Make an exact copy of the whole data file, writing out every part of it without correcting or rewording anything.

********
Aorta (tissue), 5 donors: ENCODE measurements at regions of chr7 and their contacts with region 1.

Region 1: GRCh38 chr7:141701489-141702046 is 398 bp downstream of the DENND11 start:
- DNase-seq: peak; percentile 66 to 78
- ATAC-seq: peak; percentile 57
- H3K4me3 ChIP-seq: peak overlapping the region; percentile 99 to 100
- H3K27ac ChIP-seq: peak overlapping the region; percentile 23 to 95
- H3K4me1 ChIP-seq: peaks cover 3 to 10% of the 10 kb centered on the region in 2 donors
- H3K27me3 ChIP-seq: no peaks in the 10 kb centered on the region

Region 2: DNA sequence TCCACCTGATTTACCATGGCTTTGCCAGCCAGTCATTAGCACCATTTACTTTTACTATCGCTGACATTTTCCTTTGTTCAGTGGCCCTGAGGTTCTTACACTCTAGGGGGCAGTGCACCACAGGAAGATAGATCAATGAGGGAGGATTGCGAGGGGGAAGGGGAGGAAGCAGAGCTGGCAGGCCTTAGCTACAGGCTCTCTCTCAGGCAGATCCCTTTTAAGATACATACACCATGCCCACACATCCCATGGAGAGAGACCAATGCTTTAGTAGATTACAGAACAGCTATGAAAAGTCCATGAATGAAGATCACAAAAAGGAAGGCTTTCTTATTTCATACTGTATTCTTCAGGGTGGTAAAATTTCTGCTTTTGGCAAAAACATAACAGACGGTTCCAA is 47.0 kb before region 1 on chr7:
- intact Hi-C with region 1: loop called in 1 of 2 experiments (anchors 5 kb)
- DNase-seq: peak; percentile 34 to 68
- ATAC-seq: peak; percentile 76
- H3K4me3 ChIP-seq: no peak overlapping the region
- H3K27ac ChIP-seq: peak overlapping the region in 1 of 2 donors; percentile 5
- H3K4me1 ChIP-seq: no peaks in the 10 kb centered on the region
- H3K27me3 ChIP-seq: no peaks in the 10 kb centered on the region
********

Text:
Aorta (tissue), 5 donors: ENCODE measurements at regions of chr7 and their contacts with region 1.

Region 1: GRCh38 chr7:141701489-141702046 is 398 bp downstream of the DENND11 start:
- DNase-seq: peak; percentile 66 to 78
- ATAC-seq: peak; percentile 57
- H3K4me3 ChIP-seq: peak overlapping the region; percentile 99 to 100
- H3K27ac ChIP-seq: peak overlapping the region; percentile 23 to 95
- H3K4me1 ChIP-seq: peaks cover 3 to 10% of the 10 kb centered on the region in 2 donors
- H3K27me3 ChIP-seq: no peaks in the 10 kb centered on the region

Region 2: DNA sequence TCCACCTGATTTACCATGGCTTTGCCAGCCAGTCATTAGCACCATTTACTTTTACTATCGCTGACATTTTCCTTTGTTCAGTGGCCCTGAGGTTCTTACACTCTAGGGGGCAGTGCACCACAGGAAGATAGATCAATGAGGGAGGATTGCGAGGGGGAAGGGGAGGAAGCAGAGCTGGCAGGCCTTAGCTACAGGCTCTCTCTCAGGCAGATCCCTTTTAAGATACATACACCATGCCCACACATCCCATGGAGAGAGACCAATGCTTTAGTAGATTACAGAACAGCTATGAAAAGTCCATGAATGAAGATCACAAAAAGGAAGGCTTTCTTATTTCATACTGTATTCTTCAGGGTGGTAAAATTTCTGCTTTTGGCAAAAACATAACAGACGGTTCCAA is 47.0 kb before region 1 on chr7:
- intact Hi-C with region 1: loop called in 1 of 2 experiments (anchors 5 kb)
- DNase-seq: peak; percentile 34 to 68
- ATAC-seq: peak; percentile 76
- H3K4me3 ChIP-seq: no peak overlapping the region
- H3K27ac ChIP-seq: peak overlapping the region in 1 of 2 donors; percentile 5
- H3K4me1 ChIP-seq: no peaks in the 10 kb centered on the region
- H3K27me3 ChIP-seq: no peaks in the 10 kb centered on the region